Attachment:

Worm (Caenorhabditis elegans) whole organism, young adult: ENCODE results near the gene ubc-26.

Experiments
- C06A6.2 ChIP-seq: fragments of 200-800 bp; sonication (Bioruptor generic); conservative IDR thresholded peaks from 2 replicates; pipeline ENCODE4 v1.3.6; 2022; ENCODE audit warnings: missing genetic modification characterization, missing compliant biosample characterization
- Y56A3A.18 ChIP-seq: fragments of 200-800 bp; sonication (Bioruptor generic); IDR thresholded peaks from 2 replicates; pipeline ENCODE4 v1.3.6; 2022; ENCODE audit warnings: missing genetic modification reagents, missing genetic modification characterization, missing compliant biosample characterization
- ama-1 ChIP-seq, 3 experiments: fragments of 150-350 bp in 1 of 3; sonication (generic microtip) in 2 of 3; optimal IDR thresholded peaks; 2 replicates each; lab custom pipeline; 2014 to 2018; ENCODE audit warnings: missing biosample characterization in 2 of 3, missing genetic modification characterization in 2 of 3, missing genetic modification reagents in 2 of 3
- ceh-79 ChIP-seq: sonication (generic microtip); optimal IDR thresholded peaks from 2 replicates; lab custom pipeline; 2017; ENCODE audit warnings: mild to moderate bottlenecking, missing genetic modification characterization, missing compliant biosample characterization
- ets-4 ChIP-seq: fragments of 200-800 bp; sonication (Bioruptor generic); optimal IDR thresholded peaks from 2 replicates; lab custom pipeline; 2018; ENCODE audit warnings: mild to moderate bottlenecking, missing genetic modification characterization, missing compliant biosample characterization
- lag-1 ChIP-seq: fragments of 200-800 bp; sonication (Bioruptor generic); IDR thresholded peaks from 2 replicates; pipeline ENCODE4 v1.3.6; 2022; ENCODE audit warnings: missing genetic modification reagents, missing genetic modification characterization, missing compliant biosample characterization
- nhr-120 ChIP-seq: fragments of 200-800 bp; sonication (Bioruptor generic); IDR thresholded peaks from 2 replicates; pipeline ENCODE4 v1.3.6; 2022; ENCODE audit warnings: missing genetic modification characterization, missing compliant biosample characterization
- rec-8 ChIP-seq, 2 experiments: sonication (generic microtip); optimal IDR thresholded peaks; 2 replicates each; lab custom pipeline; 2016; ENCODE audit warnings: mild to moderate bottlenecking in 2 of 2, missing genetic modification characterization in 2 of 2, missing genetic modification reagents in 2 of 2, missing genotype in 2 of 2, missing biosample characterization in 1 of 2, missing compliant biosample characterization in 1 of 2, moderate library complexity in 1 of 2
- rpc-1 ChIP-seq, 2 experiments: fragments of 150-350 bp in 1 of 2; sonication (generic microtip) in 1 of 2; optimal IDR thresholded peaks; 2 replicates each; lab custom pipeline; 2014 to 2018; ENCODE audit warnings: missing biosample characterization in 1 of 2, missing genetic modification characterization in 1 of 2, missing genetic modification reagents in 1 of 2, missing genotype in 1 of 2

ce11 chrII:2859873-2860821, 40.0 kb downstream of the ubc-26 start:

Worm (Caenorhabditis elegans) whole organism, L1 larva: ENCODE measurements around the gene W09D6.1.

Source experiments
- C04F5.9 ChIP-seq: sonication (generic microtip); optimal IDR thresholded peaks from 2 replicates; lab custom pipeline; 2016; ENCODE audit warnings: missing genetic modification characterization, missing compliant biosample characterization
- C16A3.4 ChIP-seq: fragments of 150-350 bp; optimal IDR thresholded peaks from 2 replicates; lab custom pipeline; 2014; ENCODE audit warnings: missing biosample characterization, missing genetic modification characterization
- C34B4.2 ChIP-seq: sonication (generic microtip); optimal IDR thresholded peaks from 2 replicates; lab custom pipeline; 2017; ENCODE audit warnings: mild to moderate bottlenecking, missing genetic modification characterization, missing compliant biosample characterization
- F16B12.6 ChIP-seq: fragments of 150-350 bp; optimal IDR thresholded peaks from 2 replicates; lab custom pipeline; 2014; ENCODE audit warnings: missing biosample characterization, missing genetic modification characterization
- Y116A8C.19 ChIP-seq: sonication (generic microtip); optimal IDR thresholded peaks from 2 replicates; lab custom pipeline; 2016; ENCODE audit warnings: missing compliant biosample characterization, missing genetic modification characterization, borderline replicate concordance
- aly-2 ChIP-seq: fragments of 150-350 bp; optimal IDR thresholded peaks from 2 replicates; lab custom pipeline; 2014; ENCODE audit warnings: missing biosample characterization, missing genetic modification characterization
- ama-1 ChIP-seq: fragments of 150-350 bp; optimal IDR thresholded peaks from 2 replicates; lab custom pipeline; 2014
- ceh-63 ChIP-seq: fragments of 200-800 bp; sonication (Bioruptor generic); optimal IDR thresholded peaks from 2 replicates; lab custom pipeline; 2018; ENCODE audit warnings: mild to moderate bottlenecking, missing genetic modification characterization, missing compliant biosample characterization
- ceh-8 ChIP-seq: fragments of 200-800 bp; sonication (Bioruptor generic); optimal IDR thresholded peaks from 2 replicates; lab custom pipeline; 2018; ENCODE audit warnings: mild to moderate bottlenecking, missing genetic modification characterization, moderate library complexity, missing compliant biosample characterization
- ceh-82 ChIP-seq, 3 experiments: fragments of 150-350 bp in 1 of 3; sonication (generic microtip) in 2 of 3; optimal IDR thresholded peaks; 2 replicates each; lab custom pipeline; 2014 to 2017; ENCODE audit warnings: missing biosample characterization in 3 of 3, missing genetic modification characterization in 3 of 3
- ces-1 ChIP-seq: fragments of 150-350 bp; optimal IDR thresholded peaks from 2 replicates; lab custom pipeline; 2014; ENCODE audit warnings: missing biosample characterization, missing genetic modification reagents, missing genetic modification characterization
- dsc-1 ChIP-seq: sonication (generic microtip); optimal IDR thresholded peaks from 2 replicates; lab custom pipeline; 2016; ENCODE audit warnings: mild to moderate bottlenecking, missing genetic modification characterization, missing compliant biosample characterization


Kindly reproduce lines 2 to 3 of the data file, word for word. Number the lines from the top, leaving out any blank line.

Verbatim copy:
Experiments
- C06A6.2 ChIP-seq: fragments of 200-800 bp; sonication (Bioruptor generic); conservative IDR thresholded peaks from 2 replicates; pipeline ENCODE4 v1.3.6; 2022; ENCODE audit warnings: missing genetic modification characterization, missing compliant biosample characterization